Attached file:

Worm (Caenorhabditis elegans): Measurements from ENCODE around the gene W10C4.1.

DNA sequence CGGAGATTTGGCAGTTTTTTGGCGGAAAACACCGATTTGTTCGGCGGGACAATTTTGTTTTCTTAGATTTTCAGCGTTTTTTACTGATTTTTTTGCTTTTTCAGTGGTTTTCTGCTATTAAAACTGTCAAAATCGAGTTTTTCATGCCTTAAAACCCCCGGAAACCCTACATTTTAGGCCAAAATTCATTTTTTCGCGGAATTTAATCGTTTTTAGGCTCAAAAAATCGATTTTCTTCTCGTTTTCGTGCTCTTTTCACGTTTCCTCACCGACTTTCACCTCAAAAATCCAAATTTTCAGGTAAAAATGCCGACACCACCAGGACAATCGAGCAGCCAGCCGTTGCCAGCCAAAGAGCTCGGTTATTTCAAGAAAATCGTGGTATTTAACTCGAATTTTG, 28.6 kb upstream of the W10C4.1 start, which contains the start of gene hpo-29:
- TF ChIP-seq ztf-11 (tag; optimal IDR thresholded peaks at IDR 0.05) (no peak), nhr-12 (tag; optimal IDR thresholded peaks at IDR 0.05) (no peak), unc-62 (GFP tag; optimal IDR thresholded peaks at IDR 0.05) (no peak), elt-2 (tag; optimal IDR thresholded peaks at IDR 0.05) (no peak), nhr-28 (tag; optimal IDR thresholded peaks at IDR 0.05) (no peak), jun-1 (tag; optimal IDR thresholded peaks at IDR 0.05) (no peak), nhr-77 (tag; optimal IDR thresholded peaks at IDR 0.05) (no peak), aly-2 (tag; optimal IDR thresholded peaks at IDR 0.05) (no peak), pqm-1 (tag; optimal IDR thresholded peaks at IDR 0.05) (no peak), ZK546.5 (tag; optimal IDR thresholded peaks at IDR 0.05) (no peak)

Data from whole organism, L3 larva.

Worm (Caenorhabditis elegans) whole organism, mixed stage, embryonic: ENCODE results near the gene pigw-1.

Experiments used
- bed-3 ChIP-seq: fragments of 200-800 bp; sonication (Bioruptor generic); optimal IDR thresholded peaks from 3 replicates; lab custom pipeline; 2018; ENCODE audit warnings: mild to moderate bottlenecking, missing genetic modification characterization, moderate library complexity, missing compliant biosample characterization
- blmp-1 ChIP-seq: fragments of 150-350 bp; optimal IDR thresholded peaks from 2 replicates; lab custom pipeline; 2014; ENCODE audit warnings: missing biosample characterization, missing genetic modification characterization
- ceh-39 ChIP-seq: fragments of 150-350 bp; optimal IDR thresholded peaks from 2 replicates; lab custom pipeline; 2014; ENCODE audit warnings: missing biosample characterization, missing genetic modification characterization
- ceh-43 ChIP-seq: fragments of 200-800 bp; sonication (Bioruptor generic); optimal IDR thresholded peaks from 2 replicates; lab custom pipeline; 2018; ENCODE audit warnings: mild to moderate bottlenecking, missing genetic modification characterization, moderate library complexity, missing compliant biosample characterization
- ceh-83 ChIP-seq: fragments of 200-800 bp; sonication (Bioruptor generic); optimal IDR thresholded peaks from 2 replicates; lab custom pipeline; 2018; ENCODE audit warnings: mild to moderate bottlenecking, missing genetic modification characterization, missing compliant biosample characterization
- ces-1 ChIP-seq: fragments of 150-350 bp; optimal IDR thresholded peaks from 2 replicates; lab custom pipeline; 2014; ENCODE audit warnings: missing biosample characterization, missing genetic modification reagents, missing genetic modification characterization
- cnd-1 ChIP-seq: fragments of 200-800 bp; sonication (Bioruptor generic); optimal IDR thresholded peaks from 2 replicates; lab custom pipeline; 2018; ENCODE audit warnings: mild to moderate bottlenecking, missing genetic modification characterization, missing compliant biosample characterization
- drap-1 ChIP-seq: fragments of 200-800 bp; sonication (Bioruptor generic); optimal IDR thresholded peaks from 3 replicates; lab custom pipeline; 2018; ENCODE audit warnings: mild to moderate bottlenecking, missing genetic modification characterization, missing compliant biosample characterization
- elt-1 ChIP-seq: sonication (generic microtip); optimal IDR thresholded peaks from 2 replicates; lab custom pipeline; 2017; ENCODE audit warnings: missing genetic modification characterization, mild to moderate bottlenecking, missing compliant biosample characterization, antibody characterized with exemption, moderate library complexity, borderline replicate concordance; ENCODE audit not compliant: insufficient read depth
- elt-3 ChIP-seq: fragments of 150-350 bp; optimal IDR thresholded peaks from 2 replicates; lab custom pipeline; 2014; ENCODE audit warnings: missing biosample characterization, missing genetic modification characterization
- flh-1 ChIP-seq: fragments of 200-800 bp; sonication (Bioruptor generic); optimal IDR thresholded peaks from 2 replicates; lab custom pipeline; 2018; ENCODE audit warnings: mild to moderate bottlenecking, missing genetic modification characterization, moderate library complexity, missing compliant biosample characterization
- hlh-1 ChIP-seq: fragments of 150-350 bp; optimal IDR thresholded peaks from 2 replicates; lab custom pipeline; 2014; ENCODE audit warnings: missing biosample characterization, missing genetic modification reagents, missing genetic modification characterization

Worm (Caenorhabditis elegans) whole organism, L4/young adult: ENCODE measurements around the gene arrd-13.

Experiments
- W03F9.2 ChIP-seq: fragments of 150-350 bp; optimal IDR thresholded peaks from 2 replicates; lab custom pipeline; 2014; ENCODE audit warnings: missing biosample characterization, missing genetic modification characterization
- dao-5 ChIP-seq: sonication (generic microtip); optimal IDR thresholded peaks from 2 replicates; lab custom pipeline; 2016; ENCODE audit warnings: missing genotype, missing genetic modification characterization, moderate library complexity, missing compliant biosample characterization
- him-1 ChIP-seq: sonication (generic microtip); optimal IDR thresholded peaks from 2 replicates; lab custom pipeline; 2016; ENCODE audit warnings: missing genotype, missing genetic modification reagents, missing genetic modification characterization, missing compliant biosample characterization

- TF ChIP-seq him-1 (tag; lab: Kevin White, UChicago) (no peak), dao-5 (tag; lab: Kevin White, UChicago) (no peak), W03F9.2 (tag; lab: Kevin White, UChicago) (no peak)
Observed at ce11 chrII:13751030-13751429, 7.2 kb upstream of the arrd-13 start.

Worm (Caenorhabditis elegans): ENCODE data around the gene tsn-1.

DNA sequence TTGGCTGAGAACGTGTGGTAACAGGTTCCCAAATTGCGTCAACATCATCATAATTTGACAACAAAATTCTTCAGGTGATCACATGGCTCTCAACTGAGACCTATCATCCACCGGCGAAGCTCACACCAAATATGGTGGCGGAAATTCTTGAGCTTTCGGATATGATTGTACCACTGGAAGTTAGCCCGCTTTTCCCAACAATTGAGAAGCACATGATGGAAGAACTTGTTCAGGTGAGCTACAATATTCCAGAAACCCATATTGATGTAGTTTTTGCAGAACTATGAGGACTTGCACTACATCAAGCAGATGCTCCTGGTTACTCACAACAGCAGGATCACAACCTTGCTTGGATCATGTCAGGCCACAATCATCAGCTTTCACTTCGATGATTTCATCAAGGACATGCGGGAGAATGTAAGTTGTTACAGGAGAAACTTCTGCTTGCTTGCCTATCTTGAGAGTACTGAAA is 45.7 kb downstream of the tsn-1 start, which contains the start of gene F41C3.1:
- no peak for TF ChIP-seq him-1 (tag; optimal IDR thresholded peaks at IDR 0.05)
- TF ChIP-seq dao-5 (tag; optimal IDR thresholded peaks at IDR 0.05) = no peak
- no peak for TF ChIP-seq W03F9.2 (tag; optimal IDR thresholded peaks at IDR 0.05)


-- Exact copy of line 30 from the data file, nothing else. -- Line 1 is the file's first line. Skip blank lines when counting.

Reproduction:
- no peak for TF ChIP-seq W03F9.2 (tag; optimal IDR thresholded peaks at IDR 0.05)